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The Time is Now: Midwifery in Canada

posted Nov 18, 2013, 7:12 PM by Megan Black

Pregnancy and childbirth are two fundamental aspects of reproduction that naturally transpire and are unique to every woman and her specific circumstances. In Canada, pregnancy and childbirth have become increasingly understood as a medical condition rather than a natural life process. Maternity has become medicalized in Canada; it is explained and understood in medical terms and is treated as a medical problem. For example, approximately 99% of the 333,000 babies born each year in Canada are delivered in hospitals (Parry, 2008). In addition, 75% of women who give birth in a Canadian hospital will undergo a medical procedure (Parry, 2008). Medical procedures and interventions such as cesarean section and induced labour are being performed more frequently on women in Canada and are occasionally unnecessary.

Medicalization teaches us that the safest approach to treat a condition is through modern medicine and professional medical care. However, the medicalization of pregnancy and childbirth often actually threatens the health of women and their children in Canada. On a global scale, Canada’s maternal and infant health status fairs poorly in comparison to other countries, as Canada has the 33rd “best” maternal mortality ratio and infant mortality rate (World Bank, 2011).  In other words, 32 countries are providing better maternal care to women and their children than what is provided in Canada. Considering that Canada is a “developed” country and is often looked at as having a model health care system, the proportion of maternal and infant deaths is alarming and a cause for concern. Consequently, it is necessary to revise the maternal health care system in Canada. Sweden is among the top 32 countries with a maternal mortality ratio and infant mortality rate lower than Canada (World Bank, 2011). Their maternal health care system is based on “equity and an alliance between midwives and doctors.” A midwife is described as a health professional that provides primary care to women and their babies during pregnancy, labour, birth and the postpartum period.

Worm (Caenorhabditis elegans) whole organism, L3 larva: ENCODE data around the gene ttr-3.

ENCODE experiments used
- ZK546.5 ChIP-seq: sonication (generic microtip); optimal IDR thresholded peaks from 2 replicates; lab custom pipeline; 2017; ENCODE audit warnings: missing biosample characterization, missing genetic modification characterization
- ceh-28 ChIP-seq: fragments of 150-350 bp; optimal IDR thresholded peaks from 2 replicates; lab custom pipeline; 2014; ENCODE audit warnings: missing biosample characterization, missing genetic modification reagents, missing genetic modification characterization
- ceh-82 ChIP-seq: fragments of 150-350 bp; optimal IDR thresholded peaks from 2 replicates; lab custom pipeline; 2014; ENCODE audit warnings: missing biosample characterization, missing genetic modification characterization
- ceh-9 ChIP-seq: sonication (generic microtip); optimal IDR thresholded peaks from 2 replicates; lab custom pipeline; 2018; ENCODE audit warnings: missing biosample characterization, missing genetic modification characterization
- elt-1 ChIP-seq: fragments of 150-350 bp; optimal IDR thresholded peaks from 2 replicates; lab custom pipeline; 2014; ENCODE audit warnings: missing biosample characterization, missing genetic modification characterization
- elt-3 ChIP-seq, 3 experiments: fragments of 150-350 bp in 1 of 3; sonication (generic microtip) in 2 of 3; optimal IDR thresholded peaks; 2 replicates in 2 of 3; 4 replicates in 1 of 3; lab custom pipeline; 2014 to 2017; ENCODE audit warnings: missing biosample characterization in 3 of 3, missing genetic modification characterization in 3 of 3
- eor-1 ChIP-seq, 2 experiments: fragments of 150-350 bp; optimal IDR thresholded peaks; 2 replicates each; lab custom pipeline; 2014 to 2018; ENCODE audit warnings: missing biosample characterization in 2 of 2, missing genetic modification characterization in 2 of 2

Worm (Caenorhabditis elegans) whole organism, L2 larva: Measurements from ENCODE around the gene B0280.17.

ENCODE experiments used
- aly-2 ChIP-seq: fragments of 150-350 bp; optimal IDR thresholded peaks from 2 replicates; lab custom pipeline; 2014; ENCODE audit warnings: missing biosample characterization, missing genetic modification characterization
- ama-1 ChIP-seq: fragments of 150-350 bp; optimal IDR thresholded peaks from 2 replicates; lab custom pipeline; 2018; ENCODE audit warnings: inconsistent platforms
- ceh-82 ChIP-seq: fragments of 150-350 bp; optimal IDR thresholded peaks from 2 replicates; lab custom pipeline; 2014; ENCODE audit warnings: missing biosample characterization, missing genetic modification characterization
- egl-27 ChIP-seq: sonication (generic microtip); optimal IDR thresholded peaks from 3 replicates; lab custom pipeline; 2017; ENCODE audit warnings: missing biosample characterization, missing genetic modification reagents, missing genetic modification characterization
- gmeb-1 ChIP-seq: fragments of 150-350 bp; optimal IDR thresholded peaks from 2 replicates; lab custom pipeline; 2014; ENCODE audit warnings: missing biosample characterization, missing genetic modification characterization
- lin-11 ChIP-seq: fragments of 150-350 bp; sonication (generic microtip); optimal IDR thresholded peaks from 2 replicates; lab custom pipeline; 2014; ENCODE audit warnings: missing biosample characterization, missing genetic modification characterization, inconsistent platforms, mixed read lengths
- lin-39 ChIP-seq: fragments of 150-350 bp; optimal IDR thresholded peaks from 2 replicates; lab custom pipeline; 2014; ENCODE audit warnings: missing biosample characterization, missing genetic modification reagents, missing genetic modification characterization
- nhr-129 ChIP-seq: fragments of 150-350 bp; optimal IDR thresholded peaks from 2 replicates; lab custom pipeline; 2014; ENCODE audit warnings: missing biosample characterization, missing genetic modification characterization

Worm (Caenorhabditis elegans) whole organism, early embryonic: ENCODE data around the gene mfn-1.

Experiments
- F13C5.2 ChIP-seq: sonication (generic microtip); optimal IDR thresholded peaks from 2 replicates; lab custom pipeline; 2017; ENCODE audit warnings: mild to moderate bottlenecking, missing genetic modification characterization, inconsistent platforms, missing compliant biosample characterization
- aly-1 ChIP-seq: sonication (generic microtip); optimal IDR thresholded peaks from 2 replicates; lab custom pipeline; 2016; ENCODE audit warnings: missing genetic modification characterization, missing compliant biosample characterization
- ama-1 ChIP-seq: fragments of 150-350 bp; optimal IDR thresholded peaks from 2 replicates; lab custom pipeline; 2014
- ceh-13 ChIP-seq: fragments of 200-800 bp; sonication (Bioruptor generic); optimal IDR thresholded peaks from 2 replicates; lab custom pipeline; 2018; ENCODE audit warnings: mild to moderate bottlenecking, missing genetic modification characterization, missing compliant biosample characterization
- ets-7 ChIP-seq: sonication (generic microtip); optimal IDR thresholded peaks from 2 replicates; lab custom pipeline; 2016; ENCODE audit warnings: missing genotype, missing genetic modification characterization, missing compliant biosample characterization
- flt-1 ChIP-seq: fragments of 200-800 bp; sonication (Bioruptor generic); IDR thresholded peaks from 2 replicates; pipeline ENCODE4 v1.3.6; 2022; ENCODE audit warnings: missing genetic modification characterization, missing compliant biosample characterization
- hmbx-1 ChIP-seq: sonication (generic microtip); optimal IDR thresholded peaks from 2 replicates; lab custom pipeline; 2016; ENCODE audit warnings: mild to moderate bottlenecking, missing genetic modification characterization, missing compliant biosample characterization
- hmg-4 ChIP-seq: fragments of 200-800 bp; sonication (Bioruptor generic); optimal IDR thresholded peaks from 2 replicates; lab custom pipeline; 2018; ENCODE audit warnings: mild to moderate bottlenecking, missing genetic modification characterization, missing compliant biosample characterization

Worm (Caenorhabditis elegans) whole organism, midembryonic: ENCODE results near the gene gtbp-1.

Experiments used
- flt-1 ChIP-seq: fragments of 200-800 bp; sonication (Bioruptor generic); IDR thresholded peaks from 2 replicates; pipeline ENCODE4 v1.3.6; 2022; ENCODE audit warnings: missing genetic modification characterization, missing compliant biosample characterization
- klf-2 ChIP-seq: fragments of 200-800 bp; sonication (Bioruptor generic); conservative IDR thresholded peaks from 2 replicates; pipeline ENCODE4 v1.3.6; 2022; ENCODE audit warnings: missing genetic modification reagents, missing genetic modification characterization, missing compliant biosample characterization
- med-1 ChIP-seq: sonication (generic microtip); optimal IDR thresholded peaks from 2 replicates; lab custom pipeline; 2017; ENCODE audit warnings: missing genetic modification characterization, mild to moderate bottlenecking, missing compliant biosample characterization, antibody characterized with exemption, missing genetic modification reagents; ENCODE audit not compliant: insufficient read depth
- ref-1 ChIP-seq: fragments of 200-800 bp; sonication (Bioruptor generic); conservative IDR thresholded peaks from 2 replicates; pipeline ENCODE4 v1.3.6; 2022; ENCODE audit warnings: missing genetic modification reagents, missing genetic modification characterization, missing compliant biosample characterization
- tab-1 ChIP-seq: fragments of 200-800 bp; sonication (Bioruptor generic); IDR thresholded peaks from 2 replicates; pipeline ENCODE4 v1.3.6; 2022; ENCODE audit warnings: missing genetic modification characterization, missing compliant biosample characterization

Obstetricians have suggested that the “safety” of mothers and babies are jeopardized when cared for by midwives. However, midwives provide a service that is equally as safe as obstetrics and also produces better outcomes for women and their children. Although some obstetricians oppose the inclusion of midwifery into the maternal health care system in Canada, they are in no position to be refusing help. Canada has experienced a 50% decrease in the proportion of family physicians providing obstetric services from 1982 to 2000 (Buske, 2001). Integrating midwifery into maternal health care in Canada would alleviate the burden on physicians in a cost effective manner.

Furthermore, the integration of midwifery into maternal health care in Canada would help restore female autonomy. The reproductive rights of women in Canada include “the right to reproductive self-determination,” however, a woman’s control over her reproductive rights is determined by the province or territory she lives in. Even though midwives have been a part of maternal health care in Canada since the early 1990s, political and medical mainstream forces have marginalized midwifery. The true ability of midwifery in Canada over the past few decades has not been properly represented due to limitations caused by legislation and a lack of government funding. Only select provinces including Ontario, British Columbia and Manitoba have legislation permitting the use of midwives for home and hospital births, as well as government funding. Consequently, Ontario, British Columbia and Manitoba are the only three of 13 provinces and territories in Canada that truly emulate functional midwifery services. If midwifery were included in maternal health care, women in Canada would have the ability to choose the maternal service right for them.

Additionally, not only do midwives provide excellent care antenatal care but also excellent postpartum care. Care during the postpartum period is extremely important as 15-30% of new moms develop postpartum depression or perinatal mood disorder. The support, counseling, understanding, and explanation given to women by midwives in the postnatal period provides benefits to psychological well-being. Midwifery is a safe, cost effective and liberating maternal health care service. The status of maternal heath in Canada would undoubtedly improve on a national scale through the incorporation of midwifery into the maternal health care system.



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